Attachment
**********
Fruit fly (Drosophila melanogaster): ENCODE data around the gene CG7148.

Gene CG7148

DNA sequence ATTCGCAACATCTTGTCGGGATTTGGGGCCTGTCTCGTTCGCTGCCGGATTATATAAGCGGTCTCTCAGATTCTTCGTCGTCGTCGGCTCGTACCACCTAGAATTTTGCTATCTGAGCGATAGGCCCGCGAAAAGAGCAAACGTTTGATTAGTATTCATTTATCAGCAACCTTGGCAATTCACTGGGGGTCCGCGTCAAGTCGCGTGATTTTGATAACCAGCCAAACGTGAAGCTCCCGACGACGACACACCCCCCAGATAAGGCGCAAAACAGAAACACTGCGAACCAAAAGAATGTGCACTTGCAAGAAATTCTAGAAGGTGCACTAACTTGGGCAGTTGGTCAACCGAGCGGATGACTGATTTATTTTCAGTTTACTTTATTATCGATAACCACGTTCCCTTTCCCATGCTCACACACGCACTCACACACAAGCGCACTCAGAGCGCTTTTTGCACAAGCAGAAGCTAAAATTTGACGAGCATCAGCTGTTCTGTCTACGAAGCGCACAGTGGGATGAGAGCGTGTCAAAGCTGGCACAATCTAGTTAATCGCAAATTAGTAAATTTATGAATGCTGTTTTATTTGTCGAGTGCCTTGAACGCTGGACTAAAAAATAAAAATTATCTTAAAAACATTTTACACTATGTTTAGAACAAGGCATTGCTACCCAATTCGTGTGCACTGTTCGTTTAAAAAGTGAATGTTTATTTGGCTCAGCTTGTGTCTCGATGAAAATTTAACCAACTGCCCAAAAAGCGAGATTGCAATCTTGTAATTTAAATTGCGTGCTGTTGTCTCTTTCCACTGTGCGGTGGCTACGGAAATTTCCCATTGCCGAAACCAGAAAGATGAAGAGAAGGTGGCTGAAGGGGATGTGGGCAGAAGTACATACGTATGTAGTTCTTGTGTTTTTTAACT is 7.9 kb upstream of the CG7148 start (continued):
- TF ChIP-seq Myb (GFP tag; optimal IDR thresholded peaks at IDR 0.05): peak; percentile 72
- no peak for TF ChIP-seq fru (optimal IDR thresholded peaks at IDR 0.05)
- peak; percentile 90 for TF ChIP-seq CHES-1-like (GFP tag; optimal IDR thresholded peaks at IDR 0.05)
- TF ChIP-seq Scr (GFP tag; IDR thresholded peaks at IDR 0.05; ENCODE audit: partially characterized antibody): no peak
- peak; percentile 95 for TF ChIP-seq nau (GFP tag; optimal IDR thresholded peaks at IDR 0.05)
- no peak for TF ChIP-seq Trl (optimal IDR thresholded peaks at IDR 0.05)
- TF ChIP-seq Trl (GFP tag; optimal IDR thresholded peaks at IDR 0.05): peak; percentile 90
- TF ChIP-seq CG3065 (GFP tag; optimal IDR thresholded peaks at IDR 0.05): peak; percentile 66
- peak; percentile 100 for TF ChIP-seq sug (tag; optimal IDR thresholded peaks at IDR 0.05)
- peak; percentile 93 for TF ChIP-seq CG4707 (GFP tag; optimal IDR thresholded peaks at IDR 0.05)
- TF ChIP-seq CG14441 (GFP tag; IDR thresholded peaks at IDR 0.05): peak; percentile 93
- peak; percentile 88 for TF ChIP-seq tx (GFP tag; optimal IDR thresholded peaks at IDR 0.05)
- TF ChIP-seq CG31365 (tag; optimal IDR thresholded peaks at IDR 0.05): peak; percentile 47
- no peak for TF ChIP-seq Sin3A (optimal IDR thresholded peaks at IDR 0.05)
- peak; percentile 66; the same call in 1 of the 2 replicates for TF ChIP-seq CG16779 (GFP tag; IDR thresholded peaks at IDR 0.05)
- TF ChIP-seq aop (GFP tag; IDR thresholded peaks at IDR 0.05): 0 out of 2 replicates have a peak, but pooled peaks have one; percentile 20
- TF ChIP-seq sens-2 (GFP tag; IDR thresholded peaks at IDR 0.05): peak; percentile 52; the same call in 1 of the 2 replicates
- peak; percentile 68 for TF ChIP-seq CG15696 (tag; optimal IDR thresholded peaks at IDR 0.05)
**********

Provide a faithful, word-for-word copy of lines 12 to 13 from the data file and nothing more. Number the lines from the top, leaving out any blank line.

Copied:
- peak; percentile 100 for TF ChIP-seq sug (tag; optimal IDR thresholded peaks at IDR 0.05)
- peak; percentile 93 for TF ChIP-seq CG4707 (GFP tag; optimal IDR thresholded peaks at IDR 0.05)